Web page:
Former ABC News Washington Bureau Chief George Watson Dies at 86

By A.J. Katz 

Sad news concerning a member of the ABC News family: Former ABC News Washington DC bureau chief and vp George Watson died Thursday morning at the age of 86.

He spent 40 years as a TV news correspondent, producer and network executive.

Watson joined ABC News all the way back in 1962 as a radio news writer. He would later become a Moscow and London-based correspondent and bureau chief, reporting from across EMEA for more than a decade.


After returning to the U.S. in 1975, Watson was named ABC News White House correspondent. A year later, he shifted into an executive role, becoming the network’s Washington bureau, a role he held on two separate occasions, spanning 12 years.

In 1980, Watson left ABC News to become vp and managing editor of CNN, where he was involved in the channel’s launch and early development. Watson was the executive-in-charge of political party convention coverage, and reported on-air during CNN’s first political convention in 1980. He also moderated three one-hour interview programs on a weekly basis for the new network.

Watson returned to ABC News a year later, and as a New York-based vp of standards and practices. During this time, he created and produced Viewpoint, a program which essentially provided a forum for criticism and analysis of the TV news business.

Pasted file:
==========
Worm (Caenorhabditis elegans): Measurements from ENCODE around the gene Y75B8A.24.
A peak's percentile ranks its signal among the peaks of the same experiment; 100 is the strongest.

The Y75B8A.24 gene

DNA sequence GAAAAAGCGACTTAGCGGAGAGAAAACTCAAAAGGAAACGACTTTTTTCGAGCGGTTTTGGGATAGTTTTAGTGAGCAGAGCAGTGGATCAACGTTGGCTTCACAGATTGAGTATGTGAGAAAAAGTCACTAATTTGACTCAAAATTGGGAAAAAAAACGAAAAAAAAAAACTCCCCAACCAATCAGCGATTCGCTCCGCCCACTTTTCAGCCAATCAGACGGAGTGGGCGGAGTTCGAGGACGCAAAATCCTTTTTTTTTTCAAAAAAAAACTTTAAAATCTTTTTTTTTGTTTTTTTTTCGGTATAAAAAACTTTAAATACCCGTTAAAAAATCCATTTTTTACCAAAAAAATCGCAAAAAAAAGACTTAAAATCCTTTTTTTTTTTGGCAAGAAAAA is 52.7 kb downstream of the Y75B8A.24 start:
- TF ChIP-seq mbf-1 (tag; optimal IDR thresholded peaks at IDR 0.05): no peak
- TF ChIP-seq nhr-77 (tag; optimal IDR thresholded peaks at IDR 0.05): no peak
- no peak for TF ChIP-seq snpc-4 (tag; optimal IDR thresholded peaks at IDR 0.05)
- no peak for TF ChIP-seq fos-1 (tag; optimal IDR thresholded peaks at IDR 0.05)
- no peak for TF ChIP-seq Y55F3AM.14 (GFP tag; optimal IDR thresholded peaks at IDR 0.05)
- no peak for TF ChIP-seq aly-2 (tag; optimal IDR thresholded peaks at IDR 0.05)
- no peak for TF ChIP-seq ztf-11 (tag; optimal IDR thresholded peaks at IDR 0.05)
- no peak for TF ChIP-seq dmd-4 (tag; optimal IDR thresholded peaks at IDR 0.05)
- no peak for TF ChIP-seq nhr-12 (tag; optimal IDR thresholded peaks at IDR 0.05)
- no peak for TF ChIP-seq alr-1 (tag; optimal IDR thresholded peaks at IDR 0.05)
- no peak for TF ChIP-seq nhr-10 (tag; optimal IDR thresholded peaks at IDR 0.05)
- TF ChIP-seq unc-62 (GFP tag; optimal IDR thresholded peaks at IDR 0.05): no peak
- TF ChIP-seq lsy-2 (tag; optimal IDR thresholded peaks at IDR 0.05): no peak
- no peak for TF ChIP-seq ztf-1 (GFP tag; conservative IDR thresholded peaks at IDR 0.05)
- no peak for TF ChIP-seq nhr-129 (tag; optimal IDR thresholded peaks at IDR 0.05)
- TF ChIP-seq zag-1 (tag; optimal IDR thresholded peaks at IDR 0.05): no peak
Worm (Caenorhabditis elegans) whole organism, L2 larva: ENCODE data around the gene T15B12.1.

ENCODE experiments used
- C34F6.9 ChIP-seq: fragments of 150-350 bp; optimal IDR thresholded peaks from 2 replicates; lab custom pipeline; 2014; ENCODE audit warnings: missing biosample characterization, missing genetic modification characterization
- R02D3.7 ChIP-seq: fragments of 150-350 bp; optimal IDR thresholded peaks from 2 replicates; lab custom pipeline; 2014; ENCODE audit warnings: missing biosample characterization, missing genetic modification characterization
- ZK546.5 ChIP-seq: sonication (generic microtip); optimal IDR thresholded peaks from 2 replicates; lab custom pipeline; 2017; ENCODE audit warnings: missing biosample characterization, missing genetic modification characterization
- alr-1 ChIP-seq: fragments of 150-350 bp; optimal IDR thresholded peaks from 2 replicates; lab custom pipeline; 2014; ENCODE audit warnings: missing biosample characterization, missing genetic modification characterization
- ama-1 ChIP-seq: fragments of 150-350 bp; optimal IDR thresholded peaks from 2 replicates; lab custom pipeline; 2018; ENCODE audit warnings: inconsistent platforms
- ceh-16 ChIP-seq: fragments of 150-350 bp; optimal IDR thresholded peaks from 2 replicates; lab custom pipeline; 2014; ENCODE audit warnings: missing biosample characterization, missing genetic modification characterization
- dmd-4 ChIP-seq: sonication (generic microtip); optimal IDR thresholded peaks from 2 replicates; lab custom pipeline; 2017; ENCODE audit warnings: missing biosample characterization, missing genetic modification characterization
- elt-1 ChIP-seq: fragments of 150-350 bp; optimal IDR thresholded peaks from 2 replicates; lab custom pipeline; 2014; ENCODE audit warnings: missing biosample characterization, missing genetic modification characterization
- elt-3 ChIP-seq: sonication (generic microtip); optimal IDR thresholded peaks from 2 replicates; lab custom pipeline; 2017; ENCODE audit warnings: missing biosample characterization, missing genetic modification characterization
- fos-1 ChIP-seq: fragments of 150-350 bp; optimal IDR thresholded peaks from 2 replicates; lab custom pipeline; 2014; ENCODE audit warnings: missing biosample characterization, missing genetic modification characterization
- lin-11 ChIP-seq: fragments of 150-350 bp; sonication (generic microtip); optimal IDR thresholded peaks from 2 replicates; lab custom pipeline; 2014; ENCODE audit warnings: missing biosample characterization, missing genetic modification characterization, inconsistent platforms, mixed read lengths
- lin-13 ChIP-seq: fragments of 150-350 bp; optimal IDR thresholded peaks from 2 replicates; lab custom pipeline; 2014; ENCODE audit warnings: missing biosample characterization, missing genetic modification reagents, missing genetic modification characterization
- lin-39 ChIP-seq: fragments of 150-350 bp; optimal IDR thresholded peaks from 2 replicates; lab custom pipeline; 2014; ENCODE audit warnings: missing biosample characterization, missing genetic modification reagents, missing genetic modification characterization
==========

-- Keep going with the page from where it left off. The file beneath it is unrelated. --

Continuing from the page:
Watson formally retired as Washington bureau chief in 1993 and for the next eight years, returned to on-air reporting as senior contributing editor, delivering commentary and analysis for both radio and the network’s late night broadcast, World News Now.

Here’s the letter Godwin sent to ABC News staff on Thursday:

ABC News —

I have some sad news to share. George Watson, former ABC News Washington bureau chief and vice president, died peacefully this morning, June 1, at home at age 86.

Throughout George’s long and storied career, he had many roles at ABC News. He first walked through the doors in 1962 as a radio news writer. He served as correspondent and bureau chief in Moscow and London, where he covered major events in Asia, Africa and the Middle East. His reporting for the 1971 ABC News documentary, “Terror in Northern Ireland,” won the Overseas Press Club Award for Best Foreign Affairs Documentary.

After returning to the United States, George was named ABC News’ White House correspondent. Soon after, he became Washington bureau chief and vice president, a role he held two different times, spanning 12 years total. He also worked as vice president in New York, where he was the first network executive responsible for overseeing the policies, standards and practices for news programs, and developed and produced the award-winning program “Viewpoint.” In 1980, George spent a year at CNN. He was also director of the Committee to Protect Journalists for a decade and a longtime member of the National Press Club. He graduated from Harvard University, where he was managing editor of The Harvard Crimson and received a master’s degree in journalism from Columbia University.

Our thoughts are with his wife, Ellen, and all who knew and loved him.

Please join me in remembering George and honoring the lasting mark he made on journalism.